Most Australians would prefer to die at home but only about 14% get the opportunity to do so, according to an article in the Medical Journal of Australia.
Hal Swerissen and Stephen Duckett from the Grattan Institute in Melbourne say dying in Australia is now highly institutionalised with 54% ending their days in hospitals and 32% in residential care.
However, most (60% to 70%) Australians prefer to die at home.
“Dying is not discussed, and we are not taking the opportunity to help people plan and prepare for a good death,” the professors write.
A good death, the say, is one in which the patient had choice about who will be present, where they will die, what services they will get, and one in which their symptoms are well managed with personal, social and psychological support.
Most want to have the opportunity to say goodbye and leave “when it was time to go without pointlessly prolonging life”.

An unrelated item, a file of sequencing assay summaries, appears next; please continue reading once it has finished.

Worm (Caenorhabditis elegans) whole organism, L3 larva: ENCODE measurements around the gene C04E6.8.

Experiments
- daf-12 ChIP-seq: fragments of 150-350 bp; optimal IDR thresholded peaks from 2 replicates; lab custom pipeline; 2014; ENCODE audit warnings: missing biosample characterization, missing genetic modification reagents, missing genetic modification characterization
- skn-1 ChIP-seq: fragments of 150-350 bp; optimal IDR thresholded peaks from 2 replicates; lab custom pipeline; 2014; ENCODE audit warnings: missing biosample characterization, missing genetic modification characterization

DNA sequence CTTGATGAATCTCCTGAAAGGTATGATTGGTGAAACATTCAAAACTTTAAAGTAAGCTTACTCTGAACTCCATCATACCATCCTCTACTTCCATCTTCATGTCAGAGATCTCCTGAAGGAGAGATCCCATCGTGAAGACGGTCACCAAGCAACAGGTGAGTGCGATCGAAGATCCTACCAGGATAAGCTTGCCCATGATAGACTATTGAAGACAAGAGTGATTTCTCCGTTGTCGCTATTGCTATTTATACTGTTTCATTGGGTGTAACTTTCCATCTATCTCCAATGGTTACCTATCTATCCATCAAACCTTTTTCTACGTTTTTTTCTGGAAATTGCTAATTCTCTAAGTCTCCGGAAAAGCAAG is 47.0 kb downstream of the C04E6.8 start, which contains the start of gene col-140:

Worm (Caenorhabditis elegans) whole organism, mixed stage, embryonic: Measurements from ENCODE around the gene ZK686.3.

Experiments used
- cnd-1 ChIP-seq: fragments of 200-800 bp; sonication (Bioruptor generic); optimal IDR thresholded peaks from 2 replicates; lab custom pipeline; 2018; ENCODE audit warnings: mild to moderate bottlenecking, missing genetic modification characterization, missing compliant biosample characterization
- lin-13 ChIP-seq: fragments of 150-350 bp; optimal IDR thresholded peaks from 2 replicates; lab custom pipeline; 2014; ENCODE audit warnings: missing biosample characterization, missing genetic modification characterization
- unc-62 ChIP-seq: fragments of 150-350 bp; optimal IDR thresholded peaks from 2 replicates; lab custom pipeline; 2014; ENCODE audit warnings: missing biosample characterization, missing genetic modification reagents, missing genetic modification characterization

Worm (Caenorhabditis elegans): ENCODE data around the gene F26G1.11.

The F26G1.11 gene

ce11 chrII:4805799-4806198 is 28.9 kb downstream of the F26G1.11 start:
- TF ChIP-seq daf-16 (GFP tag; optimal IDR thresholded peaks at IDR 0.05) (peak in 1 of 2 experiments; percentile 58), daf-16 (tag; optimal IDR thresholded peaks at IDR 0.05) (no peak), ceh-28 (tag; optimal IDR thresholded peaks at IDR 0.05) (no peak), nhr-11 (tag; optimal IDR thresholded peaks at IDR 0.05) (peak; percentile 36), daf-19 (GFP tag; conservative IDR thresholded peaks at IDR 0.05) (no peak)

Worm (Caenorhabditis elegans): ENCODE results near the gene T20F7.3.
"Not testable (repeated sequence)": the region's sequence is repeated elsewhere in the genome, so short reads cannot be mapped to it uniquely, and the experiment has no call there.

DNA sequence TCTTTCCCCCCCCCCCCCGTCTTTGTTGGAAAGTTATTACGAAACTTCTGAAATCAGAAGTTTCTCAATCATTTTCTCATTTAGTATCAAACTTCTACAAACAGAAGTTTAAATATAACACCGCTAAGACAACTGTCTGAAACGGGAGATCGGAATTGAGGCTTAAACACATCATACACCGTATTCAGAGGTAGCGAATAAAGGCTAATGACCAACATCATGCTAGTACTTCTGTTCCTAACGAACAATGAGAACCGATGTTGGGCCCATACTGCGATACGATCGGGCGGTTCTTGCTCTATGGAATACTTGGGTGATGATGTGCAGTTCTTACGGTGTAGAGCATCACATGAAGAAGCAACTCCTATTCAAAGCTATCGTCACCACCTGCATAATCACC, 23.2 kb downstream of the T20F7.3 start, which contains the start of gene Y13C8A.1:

The professors suggest a public education campaign focused on encouraging people to “discuss their preferences and choices for end-of-life care with health professionals, including general practitioners”.
Swerisson and Duckett say the costs of a national education program would be $10 million and extending the availability of community packages to enable 30% of Australians to die at home would add $241 million.
However, the costs would be offset by reduced demand on hospital and residential aged care, an overall saving of
$50 million, resulting in a net cost of $84 million.
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